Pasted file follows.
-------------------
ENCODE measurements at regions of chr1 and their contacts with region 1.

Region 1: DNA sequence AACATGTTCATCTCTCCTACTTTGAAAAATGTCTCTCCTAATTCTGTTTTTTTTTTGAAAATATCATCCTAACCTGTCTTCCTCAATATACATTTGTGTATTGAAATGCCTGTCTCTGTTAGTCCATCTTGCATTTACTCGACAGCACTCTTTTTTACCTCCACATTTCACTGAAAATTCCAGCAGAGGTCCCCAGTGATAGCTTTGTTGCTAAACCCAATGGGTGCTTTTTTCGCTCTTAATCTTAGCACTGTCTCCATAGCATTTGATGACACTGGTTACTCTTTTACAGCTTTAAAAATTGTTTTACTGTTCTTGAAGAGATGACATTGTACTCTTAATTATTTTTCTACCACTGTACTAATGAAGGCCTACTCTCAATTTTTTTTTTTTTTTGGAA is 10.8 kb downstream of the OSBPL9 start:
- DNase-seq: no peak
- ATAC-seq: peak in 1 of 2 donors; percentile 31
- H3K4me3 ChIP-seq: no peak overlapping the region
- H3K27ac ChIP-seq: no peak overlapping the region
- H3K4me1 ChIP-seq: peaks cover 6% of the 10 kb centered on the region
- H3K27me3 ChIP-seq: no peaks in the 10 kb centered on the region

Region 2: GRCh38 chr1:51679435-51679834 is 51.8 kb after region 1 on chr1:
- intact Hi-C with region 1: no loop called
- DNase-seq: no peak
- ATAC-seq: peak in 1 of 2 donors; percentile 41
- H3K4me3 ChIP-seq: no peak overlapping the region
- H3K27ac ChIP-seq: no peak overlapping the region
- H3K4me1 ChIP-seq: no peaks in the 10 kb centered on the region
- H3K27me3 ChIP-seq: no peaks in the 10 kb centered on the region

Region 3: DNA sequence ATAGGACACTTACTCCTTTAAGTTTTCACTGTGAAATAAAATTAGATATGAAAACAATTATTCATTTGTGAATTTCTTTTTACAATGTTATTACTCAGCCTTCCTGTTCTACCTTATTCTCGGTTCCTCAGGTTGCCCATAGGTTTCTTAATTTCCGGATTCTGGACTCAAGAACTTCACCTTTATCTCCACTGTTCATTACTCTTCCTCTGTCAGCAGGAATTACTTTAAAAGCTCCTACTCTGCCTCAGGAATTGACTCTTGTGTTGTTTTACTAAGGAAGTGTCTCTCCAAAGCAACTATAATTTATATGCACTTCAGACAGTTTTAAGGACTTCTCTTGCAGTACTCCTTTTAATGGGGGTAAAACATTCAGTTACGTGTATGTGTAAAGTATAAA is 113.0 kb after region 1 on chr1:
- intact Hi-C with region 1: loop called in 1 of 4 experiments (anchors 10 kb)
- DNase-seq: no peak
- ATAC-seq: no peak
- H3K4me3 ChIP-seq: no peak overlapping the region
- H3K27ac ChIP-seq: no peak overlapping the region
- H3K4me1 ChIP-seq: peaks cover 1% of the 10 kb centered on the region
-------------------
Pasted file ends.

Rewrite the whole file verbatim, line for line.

ENCODE measurements at regions of chr1 and their contacts with region 1.

Region 1: DNA sequence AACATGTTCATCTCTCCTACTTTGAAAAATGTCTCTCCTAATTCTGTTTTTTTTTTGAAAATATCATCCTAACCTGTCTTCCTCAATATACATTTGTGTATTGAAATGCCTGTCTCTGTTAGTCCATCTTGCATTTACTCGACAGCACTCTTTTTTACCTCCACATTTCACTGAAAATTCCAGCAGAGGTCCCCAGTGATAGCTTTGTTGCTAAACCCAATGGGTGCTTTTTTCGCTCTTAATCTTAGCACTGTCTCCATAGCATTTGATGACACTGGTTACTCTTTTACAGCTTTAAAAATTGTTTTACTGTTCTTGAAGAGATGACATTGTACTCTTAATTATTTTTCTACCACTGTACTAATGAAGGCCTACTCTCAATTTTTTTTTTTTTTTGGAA is 10.8 kb downstream of the OSBPL9 start:
- DNase-seq: no peak
- ATAC-seq: peak in 1 of 2 donors; percentile 31
- H3K4me3 ChIP-seq: no peak overlapping the region
- H3K27ac ChIP-seq: no peak overlapping the region
- H3K4me1 ChIP-seq: peaks cover 6% of the 10 kb centered on the region
- H3K27me3 ChIP-seq: no peaks in the 10 kb centered on the region

Region 2: GRCh38 chr1:51679435-51679834 is 51.8 kb after region 1 on chr1:
- intact Hi-C with region 1: no loop called
- DNase-seq: no peak
- ATAC-seq: peak in 1 of 2 donors; percentile 41
- H3K4me3 ChIP-seq: no peak overlapping the region
- H3K27ac ChIP-seq: no peak overlapping the region
- H3K4me1 ChIP-seq: no peaks in the 10 kb centered on the region
- H3K27me3 ChIP-seq: no peaks in the 10 kb centered on the region

Region 3: DNA sequence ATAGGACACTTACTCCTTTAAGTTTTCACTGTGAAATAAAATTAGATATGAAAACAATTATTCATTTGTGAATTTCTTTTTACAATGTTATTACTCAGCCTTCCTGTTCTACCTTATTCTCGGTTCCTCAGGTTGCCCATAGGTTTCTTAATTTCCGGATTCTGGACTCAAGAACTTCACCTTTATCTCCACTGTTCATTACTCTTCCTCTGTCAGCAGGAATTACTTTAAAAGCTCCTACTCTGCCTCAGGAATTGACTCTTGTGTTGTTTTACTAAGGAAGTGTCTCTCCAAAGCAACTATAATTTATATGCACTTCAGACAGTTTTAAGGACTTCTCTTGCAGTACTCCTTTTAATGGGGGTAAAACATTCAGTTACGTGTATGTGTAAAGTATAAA is 113.0 kb after region 1 on chr1:
- intact Hi-C with region 1: loop called in 1 of 4 experiments (anchors 10 kb)
- DNase-seq: no peak
- ATAC-seq: no peak
- H3K4me3 ChIP-seq: no peak overlapping the region
- H3K27ac ChIP-seq: no peak overlapping the region
- H3K4me1 ChIP-seq: peaks cover 1% of the 10 kb centered on the region